• Title: Wide Open Spaces: Beyond Paint-by-Number Christianity
  • Author: Jim Palmer
  • ISBN: 9780849913990
  • Page: 427
  • Format: Paperback
  • Wide Open Spaces Beyond Paint by Number Christianity Jim Palmer s critically acclaimed Divine Nobodies was only half the story the deconstruction and shedding of a religious mentality that hindered his knowing God In his next book Jim takes the reader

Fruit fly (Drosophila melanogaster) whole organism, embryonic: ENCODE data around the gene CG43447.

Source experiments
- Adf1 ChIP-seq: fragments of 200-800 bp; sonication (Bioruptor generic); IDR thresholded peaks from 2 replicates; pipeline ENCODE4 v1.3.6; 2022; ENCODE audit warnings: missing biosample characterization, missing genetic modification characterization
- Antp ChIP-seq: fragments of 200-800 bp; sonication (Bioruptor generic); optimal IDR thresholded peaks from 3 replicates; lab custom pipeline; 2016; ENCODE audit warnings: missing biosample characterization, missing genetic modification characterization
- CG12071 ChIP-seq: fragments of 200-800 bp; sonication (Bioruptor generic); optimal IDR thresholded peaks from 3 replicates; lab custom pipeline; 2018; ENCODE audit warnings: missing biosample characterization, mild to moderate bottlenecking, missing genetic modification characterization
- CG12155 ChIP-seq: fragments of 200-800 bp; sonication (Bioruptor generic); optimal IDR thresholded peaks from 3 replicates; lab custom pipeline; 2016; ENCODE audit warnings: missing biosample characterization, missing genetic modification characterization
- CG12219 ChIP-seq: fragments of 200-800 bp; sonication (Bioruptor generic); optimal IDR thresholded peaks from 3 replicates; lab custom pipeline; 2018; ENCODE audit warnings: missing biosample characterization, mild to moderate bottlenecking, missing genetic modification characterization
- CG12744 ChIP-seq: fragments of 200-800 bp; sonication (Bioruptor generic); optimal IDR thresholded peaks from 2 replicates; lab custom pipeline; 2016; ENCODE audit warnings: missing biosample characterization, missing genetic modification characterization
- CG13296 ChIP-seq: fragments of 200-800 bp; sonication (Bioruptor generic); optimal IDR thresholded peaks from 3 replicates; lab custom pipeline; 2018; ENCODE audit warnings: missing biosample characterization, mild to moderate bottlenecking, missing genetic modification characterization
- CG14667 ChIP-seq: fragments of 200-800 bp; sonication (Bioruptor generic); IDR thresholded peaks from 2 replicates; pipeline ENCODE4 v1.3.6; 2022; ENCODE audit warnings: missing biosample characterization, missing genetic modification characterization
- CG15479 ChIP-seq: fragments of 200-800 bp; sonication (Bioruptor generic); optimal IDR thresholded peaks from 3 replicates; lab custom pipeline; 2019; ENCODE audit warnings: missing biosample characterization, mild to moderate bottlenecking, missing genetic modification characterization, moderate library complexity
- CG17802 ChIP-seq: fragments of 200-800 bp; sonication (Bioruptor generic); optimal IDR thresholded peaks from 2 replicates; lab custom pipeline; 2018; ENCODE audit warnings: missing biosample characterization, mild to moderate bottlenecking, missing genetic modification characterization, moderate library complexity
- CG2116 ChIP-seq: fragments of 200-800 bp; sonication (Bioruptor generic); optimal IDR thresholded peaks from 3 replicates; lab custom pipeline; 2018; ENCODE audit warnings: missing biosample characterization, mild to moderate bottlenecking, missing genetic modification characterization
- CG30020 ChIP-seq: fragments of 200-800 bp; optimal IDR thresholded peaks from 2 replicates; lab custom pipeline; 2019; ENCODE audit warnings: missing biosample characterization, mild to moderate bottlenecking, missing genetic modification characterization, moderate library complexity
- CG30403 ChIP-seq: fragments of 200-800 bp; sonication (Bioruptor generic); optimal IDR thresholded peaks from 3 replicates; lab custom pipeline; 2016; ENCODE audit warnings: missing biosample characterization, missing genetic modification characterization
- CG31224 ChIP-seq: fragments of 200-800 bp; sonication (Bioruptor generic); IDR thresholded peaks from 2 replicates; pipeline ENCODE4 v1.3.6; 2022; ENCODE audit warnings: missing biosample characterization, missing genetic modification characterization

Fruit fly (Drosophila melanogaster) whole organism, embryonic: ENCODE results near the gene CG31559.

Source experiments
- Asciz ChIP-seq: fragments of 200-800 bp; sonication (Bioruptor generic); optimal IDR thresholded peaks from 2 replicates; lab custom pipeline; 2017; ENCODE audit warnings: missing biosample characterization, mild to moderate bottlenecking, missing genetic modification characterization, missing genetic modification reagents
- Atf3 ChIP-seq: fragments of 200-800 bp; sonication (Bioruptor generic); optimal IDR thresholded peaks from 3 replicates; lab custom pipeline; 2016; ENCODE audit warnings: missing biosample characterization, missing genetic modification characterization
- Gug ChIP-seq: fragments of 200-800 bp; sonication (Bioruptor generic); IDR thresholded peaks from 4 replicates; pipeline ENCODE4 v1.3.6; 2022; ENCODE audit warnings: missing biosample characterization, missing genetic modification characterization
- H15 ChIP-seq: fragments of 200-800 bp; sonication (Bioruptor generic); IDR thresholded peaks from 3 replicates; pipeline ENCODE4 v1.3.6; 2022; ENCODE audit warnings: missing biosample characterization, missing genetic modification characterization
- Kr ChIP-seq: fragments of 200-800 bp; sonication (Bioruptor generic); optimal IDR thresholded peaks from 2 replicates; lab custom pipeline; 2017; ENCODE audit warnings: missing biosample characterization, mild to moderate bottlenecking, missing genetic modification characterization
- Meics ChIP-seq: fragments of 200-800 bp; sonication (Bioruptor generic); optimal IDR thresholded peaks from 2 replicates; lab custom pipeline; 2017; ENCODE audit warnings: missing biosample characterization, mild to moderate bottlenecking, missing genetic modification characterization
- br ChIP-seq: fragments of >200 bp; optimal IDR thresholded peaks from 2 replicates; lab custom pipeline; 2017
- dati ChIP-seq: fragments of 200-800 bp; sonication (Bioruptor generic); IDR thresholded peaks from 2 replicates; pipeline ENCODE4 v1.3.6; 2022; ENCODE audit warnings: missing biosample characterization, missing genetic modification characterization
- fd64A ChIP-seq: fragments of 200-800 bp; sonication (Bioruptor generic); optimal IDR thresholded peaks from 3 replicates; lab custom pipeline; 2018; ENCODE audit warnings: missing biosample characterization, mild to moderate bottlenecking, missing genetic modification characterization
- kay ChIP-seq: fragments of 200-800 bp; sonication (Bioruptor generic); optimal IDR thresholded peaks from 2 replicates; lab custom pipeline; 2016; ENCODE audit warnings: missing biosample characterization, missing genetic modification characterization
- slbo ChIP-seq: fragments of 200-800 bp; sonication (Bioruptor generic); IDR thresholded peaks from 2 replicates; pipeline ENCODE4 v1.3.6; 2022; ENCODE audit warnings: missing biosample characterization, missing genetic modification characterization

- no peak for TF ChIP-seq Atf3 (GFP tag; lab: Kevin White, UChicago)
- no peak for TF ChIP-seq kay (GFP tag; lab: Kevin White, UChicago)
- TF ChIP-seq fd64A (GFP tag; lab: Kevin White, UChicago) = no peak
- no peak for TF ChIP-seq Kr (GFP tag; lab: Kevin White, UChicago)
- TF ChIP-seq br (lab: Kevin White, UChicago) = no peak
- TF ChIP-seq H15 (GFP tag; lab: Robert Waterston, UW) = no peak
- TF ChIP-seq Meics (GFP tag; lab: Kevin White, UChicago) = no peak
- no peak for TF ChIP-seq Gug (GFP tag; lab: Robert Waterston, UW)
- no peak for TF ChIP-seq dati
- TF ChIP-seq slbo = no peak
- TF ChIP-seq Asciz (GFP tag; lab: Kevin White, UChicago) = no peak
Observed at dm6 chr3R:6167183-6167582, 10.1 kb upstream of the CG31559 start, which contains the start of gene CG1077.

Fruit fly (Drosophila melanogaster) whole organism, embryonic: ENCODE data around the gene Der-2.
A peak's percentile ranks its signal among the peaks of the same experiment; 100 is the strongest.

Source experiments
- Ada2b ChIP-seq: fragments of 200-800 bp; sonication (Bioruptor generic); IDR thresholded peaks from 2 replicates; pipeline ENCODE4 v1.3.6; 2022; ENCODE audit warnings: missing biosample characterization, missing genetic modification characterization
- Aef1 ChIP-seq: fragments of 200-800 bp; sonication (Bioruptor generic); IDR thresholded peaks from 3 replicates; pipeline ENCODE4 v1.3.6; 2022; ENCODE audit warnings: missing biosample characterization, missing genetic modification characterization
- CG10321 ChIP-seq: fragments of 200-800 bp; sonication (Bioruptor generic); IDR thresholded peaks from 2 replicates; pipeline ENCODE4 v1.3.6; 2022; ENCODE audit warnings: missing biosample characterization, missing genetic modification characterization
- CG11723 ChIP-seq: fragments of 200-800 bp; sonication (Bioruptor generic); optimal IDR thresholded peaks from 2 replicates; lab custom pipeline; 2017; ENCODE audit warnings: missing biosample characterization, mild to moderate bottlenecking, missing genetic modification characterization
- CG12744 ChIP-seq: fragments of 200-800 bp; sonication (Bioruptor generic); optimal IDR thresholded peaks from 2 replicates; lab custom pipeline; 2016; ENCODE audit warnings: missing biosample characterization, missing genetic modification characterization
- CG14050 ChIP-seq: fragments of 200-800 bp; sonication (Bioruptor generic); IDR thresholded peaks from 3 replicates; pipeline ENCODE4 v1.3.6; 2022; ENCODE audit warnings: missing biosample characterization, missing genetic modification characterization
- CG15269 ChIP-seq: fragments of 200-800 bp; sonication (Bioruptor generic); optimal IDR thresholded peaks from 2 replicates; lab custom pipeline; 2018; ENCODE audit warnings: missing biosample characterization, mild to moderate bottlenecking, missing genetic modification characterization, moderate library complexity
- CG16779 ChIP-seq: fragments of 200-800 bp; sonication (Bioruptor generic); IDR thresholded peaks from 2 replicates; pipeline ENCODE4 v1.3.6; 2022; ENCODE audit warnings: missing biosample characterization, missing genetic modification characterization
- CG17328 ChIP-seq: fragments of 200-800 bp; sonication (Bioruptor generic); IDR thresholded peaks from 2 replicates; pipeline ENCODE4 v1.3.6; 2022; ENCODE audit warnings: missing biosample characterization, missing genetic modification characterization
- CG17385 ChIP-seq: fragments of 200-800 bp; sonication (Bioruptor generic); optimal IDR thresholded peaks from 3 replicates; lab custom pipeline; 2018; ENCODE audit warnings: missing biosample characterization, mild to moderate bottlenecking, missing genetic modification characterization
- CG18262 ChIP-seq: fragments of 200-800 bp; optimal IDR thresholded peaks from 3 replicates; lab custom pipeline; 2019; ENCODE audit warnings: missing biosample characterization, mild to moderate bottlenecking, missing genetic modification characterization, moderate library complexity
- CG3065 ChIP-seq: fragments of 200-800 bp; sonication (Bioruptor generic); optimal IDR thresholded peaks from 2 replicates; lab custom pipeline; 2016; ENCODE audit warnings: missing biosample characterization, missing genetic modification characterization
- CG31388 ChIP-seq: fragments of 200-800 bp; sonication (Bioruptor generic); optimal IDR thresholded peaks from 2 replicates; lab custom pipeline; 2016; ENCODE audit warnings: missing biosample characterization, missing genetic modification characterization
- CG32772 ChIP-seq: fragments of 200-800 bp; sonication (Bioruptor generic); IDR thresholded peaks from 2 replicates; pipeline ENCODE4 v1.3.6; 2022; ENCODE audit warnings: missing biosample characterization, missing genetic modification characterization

Jim Palmer s critically acclaimed Divine Nobodies was only half the story the deconstruction and shedding of a religious mentality that hindered his knowing God In his next book, Jim takes the reader along into the wide open spaces of exploring and experiencing God beyond religion Jim writes, It is no secret that God can be lost beneath the waving banner of religion.Jim Palmer s critically acclaimed Divine Nobodies was only half the story the deconstruction and shedding of a religious mentality that hindered his knowing God In his next book, Jim takes the reader along into the wide open spaces of exploring and experiencing God beyond religion Jim writes, It is no secret that God can be lost beneath the waving banner of religion Divine Nobodies is my story of how this happened to me Sometimes you have to disentangle God from religion, even Christ from Christianity, to find the truth With the help of some unsuspecting nobodies, I uncovered a new starting line with God As I ve put one foot in front of another, I ve experienced God in ways that are deeply transforming Each chapter revolves around a central question related to knowing God on fresh terms Is God a belief system Is the Bible a landing strip or launching pad Can what we re feeling inside be God Are we too religiously minded to be any earthly good Brian McLaren wrote, I am tempted to say that Jim Palmer could well be the next Don Miller, but what they have in common, along with an honest spirituality and extraordinary skill as storytellers, is a unique voice The Library Reviews said of him, Jim Palmer s casual, yet compelling writing style cuts through the religious rhetoric and gets to the real issues readers will love this author His sense of humor is alternately mixed with shocking sentences and poignant moments Laced throughout is a refreshing honesty that ties his ideas together with a ribbon of reality each turn of the page strips away a little of the contrived mystery of Christianity until the simplicity and sincerity of it stands in realistic splendor More and people seek a deeper spirituality beyond status quo religion Others are left empty and weary from a shallow and narrow pop Christianity Palmer says that God s kingdom of love, peace, and freedom can be a present reality in any person s life He proclaims that God is indeed in the process of birthing something deep and wide among unlikely people in unconventional ways, which is changing the world nobody at a time.